MOOC Camp Facilitators Guidelines

AE E-Teacher MOOC Camp Guidelines for Facilitators

This guide is intended for facilitators for the MOOC Camp program. MOOC Camps are an opportunity to blend MOOCs with in-person learning experiences. The best practices that follow were adapted from recommendations made by facilitators, staff from U.S. Embassies and Consulates, course professors, and MOOC providers. If you have a best practice you’d like to share, send it to MOOC@fhi360.org.

Preparing Participants

Before you start discussions, you may need to prepare students to take an online course and use the platform, especially if this is their first online course.

AE E-Teacher Program MOOC Orientation: The MOOC starts with an introduction module meant to give participants a brief training on navigating the Canvas learning management system and building online learning success strategies. The orientation guide is also available as a downloadable PDF.

Introduction to Canvas: Some participants may need assistance using Canvas at first. Facilitators should refer participants to the Canvas Network FAQs and Canvas Student Getting Started Guide.

Structuring Discussions

MOOC Camps are most successful with weekly meetings, which can be structured in a variety of ways. You should choose a structure that is appropriate for the size of your group and meets the needs of your participants.

Seminar Format: Your group can get together to discuss the content or explore a subject covered during the course together. These discussions can be free-flowing or structured, focusing on reflections and thoughts on the material, relevant personal/professional experiences, etc. Seminars work best with smaller groups (under 25).

Enrichment Format: Instead of discussing course content, the MOOC camp can build upon the course content to make it more applicable to cultural or community contexts. The facilitator can arrange guest speakers or implement supplemental activities that complement the week’s topics.

Project-based Format: An important aspect of the MOOC is “cascading new knowledge” or how participants can share knowledge and experience with their colleagues and professional networks. This increases the course impact, and doubles the participant’s own learning. Cascading can take many forms and shapes. MOOC Camp Facilitators can facilitate projects among participants that focus on how to share course content and allow them to practice the new skills and ideas that they learn in the online course. This format works best with smaller groups that include highly motivated students.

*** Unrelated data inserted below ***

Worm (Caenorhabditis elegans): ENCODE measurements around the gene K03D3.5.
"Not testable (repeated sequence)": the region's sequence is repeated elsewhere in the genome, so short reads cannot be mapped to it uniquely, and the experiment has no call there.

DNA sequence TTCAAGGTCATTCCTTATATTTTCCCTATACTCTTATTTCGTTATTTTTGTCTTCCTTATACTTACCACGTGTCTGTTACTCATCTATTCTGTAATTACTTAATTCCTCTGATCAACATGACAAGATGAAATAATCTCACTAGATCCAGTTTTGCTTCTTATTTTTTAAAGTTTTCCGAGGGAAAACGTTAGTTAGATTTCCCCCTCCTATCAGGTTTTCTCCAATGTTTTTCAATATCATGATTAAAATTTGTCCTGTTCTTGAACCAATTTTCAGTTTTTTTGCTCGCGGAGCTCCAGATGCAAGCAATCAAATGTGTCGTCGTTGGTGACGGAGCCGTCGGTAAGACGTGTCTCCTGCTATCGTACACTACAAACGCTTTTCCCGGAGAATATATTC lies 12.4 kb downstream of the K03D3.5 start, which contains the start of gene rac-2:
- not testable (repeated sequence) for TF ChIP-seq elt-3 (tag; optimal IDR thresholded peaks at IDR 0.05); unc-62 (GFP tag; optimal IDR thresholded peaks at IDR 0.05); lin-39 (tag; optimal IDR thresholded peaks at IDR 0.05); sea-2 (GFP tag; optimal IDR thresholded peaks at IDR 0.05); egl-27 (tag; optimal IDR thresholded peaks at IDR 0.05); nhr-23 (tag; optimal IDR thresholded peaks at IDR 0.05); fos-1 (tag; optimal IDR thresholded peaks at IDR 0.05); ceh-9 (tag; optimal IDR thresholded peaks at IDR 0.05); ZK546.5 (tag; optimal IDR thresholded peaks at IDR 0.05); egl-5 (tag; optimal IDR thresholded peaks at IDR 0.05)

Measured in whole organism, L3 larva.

The participants will learn better when they are actively engaged with the material. We do not encourage the facilitators to just play course videos or lecture on the content. Facilitators can access complete course materials ahead of time to prepare a more structured experience for participants. If you would like to facilitate a MOOC camp for other participants in your area, please complete this form to identify your project and request course materials to assist in the planning and facilitation of your MOOC camp.

Building Community

Discussions can continue between weekly discussions online and among participants. You can help spur on these conversations, as well. Many facilitators and MOOC Camp participants create online groups for students to ask each other questions and talk between weekly discussions.

Turning Content into Action

The MOOC Camp experience does not need to end in the classroom. As a facilitator, you can work with the participants to apply the lessons they learn in their own classrooms and communities.

Ask the Participants: Participants often have strong ideas about how they can use the content to improve their communities. You can initiate a conversation about how the lessons might be put into practice at any point in the course, though early conversations are more likely to yield results by the end of the course.

Engage to Cascade New Knowledge: Participants can benefit from engaging with each other on putting new knowledge from the course into action. The MOOC Camp is a unique opportunity for participants to discuss in person how they will implement what they learned in the course and share it with others. Cascading can take many forms and be formal or informal. Participants can discuss what has worked for them, get feedback on new ideas, and build upon their existing teaching strategies.

Build and Share Resources: All content and assignments from the MOOC are Open Educational Resources (OER) that are openly licensed, meaning they can be freely shared and adapted by participants.

Working with Other Facilitators

Struggling with designing a discussion? Interested in collaborating with other MOOC Camps? Consider asking your fellow facilitators for help. Facilitators who contact FHI 360 to identify their MOOC Camp and request course materials will be invited to join a Community of Practice with a group dedicated to MOOC facilitation.

Improving the Program

Send success stories (and lessons learned): We need your help to improve the program. We aim to spread innovative facilitation practices. Please share your work with us at mooc@fhi360.org

 

 

 2017 by FHI 360. AE E-Teacher MOOC Camp Guide for Facilitators for the AE E-Teacher Program, sponsored by the U.S. Department of State and administered by FHI 360. This work is an adaptation of MOOC Camp Guide for Facilitators by U.S. Department of State, Bureau of Educational and Cultural Affairs marked in the Public Domain and can be found here: https://eca.state.gov/files/bureau/mooc_camp_guide_facilitators.pdf. To view a copy of the license, visit https://creativecommons.org/publicdomain/mark/1.0/. Adapted content is licensed under the Creative Commons Attribution 4.0 License, except where noted. To view a copy of this license, visit http://creativecommons.org/licenses/by/4.0.